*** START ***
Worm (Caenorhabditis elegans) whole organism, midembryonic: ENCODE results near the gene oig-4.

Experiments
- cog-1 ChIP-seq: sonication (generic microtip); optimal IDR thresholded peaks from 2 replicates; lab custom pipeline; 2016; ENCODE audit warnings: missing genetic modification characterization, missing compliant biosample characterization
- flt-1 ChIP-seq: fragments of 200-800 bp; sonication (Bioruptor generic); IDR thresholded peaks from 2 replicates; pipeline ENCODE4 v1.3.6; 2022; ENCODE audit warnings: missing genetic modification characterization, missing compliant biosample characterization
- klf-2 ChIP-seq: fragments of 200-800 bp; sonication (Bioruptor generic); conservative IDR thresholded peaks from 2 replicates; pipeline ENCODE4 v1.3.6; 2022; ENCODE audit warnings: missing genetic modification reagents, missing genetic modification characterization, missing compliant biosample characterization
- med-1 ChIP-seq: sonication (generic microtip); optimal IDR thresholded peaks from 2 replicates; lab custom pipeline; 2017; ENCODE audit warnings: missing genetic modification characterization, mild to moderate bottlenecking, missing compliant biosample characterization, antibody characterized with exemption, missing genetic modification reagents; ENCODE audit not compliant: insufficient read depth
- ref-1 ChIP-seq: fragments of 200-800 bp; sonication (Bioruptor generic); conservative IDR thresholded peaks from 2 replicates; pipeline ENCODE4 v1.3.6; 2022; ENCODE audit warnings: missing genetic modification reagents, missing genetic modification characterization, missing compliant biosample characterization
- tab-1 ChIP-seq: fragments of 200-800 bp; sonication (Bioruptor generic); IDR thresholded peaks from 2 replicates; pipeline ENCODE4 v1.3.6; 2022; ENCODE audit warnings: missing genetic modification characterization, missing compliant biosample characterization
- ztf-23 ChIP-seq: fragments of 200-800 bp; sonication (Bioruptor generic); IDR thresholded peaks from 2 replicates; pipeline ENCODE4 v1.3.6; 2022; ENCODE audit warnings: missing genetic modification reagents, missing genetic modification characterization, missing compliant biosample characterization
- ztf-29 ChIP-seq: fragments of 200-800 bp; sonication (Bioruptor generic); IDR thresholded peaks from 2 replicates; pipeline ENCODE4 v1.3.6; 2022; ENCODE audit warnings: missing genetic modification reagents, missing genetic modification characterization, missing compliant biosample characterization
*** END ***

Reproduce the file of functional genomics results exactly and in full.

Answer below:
Worm (Caenorhabditis elegans) whole organism, midembryonic: ENCODE results near the gene oig-4.

Experiments
- cog-1 ChIP-seq: sonication (generic microtip); optimal IDR thresholded peaks from 2 replicates; lab custom pipeline; 2016; ENCODE audit warnings: missing genetic modification characterization, missing compliant biosample characterization
- flt-1 ChIP-seq: fragments of 200-800 bp; sonication (Bioruptor generic); IDR thresholded peaks from 2 replicates; pipeline ENCODE4 v1.3.6; 2022; ENCODE audit warnings: missing genetic modification characterization, missing compliant biosample characterization
- klf-2 ChIP-seq: fragments of 200-800 bp; sonication (Bioruptor generic); conservative IDR thresholded peaks from 2 replicates; pipeline ENCODE4 v1.3.6; 2022; ENCODE audit warnings: missing genetic modification reagents, missing genetic modification characterization, missing compliant biosample characterization
- med-1 ChIP-seq: sonication (generic microtip); optimal IDR thresholded peaks from 2 replicates; lab custom pipeline; 2017; ENCODE audit warnings: missing genetic modification characterization, mild to moderate bottlenecking, missing compliant biosample characterization, antibody characterized with exemption, missing genetic modification reagents; ENCODE audit not compliant: insufficient read depth
- ref-1 ChIP-seq: fragments of 200-800 bp; sonication (Bioruptor generic); conservative IDR thresholded peaks from 2 replicates; pipeline ENCODE4 v1.3.6; 2022; ENCODE audit warnings: missing genetic modification reagents, missing genetic modification characterization, missing compliant biosample characterization
- tab-1 ChIP-seq: fragments of 200-800 bp; sonication (Bioruptor generic); IDR thresholded peaks from 2 replicates; pipeline ENCODE4 v1.3.6; 2022; ENCODE audit warnings: missing genetic modification characterization, missing compliant biosample characterization
- ztf-23 ChIP-seq: fragments of 200-800 bp; sonication (Bioruptor generic); IDR thresholded peaks from 2 replicates; pipeline ENCODE4 v1.3.6; 2022; ENCODE audit warnings: missing genetic modification reagents, missing genetic modification characterization, missing compliant biosample characterization
- ztf-29 ChIP-seq: fragments of 200-800 bp; sonication (Bioruptor generic); IDR thresholded peaks from 2 replicates; pipeline ENCODE4 v1.3.6; 2022; ENCODE audit warnings: missing genetic modification reagents, missing genetic modification characterization, missing compliant biosample characterization